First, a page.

Brilliant, blue sapphires are timeless gems that are popular around the world. They also come in a variety of colors besides blue, including yellow, purple, green, and more.
The history of the sapphire mining industry is an interesting one. The story is particularly interesting as it originates in Montana and relates to the gold mining industry.
History of Sapphire Mining
In 1865, the first sapphires were discovered in the Missouri River and more were found throughout Montana over the years. Montana is the only U.S. state with sapphires that are high-quality enough to be used as gems.
Montana is home to a sapphire epicenter with mines existing around the state. While some have fallen due to natural occurrences and time, others were discovered and have been successful.
For a while, mining in the U.S. became uneconomical due to larger mines in other countries that produced larger quantities of the sapphires. It wasn't until heating techniques in the 1970s and '80s were discovered that U.S. sapphire mining picked up again.
The Yogo Gulch area of Montana is home to these breathtaking sapphire mines and is the primary deposit site in the state. Gemstones from these mines are simply known as —Yogo sapphires. " The sapphires here are an ideal blend of key materials, including aluminum, oxygen, and titanium, which are essential to creating the perfect shade of blue.
These sapphires are rare, as mining results in typically less than 1 carat finds. Today, only three sources produce these sapphires.
Numerous mines are currently operating in Montana that run from late May through early September.
Montana Sapphires and Gold Miners
Montana sapphires are some of the highest-quality gemstones in the world. The state itself is a huge part of the sapphire mining industry within the U.S.
In 1866, the gold rush brought an influx of miners to Montana in search of their fortune— in fact, almost all Montana sapphire mines were discovered by gold miners. However, a lot of these miners actually tossed aside the blue stones they found in their mining in the area of the Yogo Gulch region. Years later, in the mid-1890s, one prospector sent a box of the blue stones to New York City.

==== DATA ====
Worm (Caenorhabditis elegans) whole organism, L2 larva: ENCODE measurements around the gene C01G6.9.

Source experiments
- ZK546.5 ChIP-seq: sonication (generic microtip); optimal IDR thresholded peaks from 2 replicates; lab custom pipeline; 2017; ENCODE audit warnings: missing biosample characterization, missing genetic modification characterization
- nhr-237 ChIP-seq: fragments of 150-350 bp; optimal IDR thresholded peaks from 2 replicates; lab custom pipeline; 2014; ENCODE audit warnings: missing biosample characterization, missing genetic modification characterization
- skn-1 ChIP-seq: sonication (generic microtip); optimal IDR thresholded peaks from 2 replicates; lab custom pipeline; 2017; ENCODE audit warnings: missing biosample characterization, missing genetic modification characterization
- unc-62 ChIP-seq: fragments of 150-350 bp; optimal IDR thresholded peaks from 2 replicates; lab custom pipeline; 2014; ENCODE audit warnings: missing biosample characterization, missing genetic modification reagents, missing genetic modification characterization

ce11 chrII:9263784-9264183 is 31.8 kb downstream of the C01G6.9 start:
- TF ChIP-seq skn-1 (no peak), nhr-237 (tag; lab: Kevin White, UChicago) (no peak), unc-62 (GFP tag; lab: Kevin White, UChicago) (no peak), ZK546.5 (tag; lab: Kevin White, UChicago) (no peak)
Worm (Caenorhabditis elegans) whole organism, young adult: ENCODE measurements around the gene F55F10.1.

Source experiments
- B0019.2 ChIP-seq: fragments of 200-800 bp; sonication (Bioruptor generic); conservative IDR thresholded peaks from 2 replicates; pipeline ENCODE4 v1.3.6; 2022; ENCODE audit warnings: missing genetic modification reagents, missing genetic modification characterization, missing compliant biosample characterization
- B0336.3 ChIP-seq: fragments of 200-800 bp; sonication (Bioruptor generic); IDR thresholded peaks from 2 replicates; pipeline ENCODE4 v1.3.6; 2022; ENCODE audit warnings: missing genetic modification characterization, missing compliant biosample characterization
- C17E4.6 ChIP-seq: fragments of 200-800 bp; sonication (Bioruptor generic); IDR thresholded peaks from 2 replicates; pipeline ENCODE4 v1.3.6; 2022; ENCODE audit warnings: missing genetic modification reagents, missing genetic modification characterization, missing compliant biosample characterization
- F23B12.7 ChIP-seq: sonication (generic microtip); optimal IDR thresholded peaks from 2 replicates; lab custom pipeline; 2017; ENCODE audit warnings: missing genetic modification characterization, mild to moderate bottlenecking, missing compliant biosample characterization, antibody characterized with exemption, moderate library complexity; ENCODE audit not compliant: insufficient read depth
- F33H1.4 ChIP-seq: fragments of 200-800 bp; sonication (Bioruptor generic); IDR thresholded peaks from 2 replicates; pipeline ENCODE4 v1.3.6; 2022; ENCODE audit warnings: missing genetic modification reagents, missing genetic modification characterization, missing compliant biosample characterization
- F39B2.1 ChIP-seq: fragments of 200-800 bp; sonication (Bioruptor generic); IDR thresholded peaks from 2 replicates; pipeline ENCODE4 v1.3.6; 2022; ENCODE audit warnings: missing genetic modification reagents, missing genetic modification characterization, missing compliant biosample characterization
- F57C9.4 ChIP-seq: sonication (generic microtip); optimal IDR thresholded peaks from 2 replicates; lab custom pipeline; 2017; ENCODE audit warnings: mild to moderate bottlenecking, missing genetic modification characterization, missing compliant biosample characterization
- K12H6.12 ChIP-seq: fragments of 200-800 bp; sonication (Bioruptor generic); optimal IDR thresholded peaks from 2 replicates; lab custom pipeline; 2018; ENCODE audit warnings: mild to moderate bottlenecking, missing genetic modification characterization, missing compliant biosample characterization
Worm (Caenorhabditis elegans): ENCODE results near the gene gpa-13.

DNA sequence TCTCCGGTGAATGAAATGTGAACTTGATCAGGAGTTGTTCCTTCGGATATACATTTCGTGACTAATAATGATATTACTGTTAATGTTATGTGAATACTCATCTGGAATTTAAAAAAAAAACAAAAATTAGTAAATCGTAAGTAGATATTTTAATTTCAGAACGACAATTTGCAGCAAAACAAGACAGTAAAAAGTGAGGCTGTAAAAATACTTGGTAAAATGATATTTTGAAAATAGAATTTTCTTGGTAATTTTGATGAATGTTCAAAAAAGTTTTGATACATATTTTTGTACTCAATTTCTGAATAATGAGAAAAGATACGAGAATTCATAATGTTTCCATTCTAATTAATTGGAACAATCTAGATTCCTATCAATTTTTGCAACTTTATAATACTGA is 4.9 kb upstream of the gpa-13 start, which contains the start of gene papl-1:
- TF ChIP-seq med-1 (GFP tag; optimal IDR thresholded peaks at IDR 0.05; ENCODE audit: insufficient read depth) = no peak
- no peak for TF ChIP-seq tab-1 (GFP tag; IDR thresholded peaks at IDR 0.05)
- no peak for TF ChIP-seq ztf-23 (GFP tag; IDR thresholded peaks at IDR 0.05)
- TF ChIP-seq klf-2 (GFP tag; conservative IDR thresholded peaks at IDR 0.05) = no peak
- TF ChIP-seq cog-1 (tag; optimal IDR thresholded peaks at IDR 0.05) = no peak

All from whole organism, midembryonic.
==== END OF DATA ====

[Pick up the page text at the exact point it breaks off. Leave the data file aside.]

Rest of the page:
There, a respected gemologist and mineralogist at Tiffany & Co. began selling the stones. He determined that those stones were some of the best sapphires that he had ever seen. Their color, clarity, shape of their hexagonal crystals, and other features meant that they required no heat treatment.
Fun Fact: over 90% of the world's sapphires require heat treatment to reach a proper color, which isn't always blue. Still, some cannot change in color due to their chemical makeup.
In fact, Montana sapphires are the most desirable of their kind. Had the miners known this while they were mining for gold, they may have saved those stones and found themselves with a few extra dollars to their name.
In the jewelry industry, sapphires are second only to diamonds in hardness and are a great choice for jewelry, including engagement rings.
Today, a Montana sapphire can earn someone anything between $1,000 and $14,000 per carat. Sapphires come in a variety of colors, including pastels and deep, beautiful blues.
https://minerals.usgs.gov/minerals/pubs/commodity/gemstones/sp14-95/sapphires.html http://www.earthstreasury.com/montana-sapphire/ https://www.thedailybeast.com/how-montana-gold-rushers-literally-threw-away-a-fortune-in-sapphires